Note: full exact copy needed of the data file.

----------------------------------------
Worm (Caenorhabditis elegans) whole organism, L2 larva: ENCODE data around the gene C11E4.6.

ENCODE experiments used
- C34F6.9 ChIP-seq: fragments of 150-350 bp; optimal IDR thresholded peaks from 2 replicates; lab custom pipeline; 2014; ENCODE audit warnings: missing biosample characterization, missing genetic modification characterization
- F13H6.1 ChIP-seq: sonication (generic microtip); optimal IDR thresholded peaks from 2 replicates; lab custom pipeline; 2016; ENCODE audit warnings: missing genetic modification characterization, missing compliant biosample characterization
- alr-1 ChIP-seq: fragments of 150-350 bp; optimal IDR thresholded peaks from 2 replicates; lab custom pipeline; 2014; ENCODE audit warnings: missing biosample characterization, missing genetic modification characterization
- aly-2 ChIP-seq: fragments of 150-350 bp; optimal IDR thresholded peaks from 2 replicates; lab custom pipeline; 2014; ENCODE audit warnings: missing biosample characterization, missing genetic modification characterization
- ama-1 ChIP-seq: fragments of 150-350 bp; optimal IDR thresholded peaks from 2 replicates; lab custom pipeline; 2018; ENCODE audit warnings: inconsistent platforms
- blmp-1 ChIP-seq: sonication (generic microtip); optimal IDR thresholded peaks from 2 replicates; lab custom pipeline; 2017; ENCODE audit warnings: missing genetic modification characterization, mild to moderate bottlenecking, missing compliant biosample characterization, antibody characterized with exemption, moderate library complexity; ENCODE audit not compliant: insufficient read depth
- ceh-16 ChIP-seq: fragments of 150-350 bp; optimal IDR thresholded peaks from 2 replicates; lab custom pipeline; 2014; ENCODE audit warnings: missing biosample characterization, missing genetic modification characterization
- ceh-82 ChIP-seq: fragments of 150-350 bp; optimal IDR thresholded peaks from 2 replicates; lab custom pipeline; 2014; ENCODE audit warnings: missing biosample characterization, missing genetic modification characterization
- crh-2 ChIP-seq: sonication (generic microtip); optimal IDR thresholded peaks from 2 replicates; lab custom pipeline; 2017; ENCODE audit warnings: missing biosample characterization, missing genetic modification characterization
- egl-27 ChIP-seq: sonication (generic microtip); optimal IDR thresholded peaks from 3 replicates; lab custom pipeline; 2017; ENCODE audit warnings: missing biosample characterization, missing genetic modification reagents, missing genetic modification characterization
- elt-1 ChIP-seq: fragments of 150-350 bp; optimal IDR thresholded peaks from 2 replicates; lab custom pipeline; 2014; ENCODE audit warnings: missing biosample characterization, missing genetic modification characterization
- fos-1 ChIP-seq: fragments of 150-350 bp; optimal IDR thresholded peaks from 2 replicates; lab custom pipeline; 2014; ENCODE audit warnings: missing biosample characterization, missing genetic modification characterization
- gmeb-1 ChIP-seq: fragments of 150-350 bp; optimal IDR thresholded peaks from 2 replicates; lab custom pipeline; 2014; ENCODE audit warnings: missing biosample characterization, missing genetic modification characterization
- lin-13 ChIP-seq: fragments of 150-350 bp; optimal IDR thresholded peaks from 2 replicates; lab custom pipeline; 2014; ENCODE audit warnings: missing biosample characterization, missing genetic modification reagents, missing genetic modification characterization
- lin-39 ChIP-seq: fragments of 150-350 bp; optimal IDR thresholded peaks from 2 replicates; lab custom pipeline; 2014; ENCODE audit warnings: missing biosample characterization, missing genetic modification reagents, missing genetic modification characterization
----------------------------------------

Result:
Worm (Caenorhabditis elegans) whole organism, L2 larva: ENCODE data around the gene C11E4.6.

ENCODE experiments used
- C34F6.9 ChIP-seq: fragments of 150-350 bp; optimal IDR thresholded peaks from 2 replicates; lab custom pipeline; 2014; ENCODE audit warnings: missing biosample characterization, missing genetic modification characterization
- F13H6.1 ChIP-seq: sonication (generic microtip); optimal IDR thresholded peaks from 2 replicates; lab custom pipeline; 2016; ENCODE audit warnings: missing genetic modification characterization, missing compliant biosample characterization
- alr-1 ChIP-seq: fragments of 150-350 bp; optimal IDR thresholded peaks from 2 replicates; lab custom pipeline; 2014; ENCODE audit warnings: missing biosample characterization, missing genetic modification characterization
- aly-2 ChIP-seq: fragments of 150-350 bp; optimal IDR thresholded peaks from 2 replicates; lab custom pipeline; 2014; ENCODE audit warnings: missing biosample characterization, missing genetic modification characterization
- ama-1 ChIP-seq: fragments of 150-350 bp; optimal IDR thresholded peaks from 2 replicates; lab custom pipeline; 2018; ENCODE audit warnings: inconsistent platforms
- blmp-1 ChIP-seq: sonication (generic microtip); optimal IDR thresholded peaks from 2 replicates; lab custom pipeline; 2017; ENCODE audit warnings: missing genetic modification characterization, mild to moderate bottlenecking, missing compliant biosample characterization, antibody characterized with exemption, moderate library complexity; ENCODE audit not compliant: insufficient read depth
- ceh-16 ChIP-seq: fragments of 150-350 bp; optimal IDR thresholded peaks from 2 replicates; lab custom pipeline; 2014; ENCODE audit warnings: missing biosample characterization, missing genetic modification characterization
- ceh-82 ChIP-seq: fragments of 150-350 bp; optimal IDR thresholded peaks from 2 replicates; lab custom pipeline; 2014; ENCODE audit warnings: missing biosample characterization, missing genetic modification characterization
- crh-2 ChIP-seq: sonication (generic microtip); optimal IDR thresholded peaks from 2 replicates; lab custom pipeline; 2017; ENCODE audit warnings: missing biosample characterization, missing genetic modification characterization
- egl-27 ChIP-seq: sonication (generic microtip); optimal IDR thresholded peaks from 3 replicates; lab custom pipeline; 2017; ENCODE audit warnings: missing biosample characterization, missing genetic modification reagents, missing genetic modification characterization
- elt-1 ChIP-seq: fragments of 150-350 bp; optimal IDR thresholded peaks from 2 replicates; lab custom pipeline; 2014; ENCODE audit warnings: missing biosample characterization, missing genetic modification characterization
- fos-1 ChIP-seq: fragments of 150-350 bp; optimal IDR thresholded peaks from 2 replicates; lab custom pipeline; 2014; ENCODE audit warnings: missing biosample characterization, missing genetic modification characterization
- gmeb-1 ChIP-seq: fragments of 150-350 bp; optimal IDR thresholded peaks from 2 replicates; lab custom pipeline; 2014; ENCODE audit warnings: missing biosample characterization, missing genetic modification characterization
- lin-13 ChIP-seq: fragments of 150-350 bp; optimal IDR thresholded peaks from 2 replicates; lab custom pipeline; 2014; ENCODE audit warnings: missing biosample characterization, missing genetic modification reagents, missing genetic modification characterization
- lin-39 ChIP-seq: fragments of 150-350 bp; optimal IDR thresholded peaks from 2 replicates; lab custom pipeline; 2014; ENCODE audit warnings: missing biosample characterization, missing genetic modification reagents, missing genetic modification characterization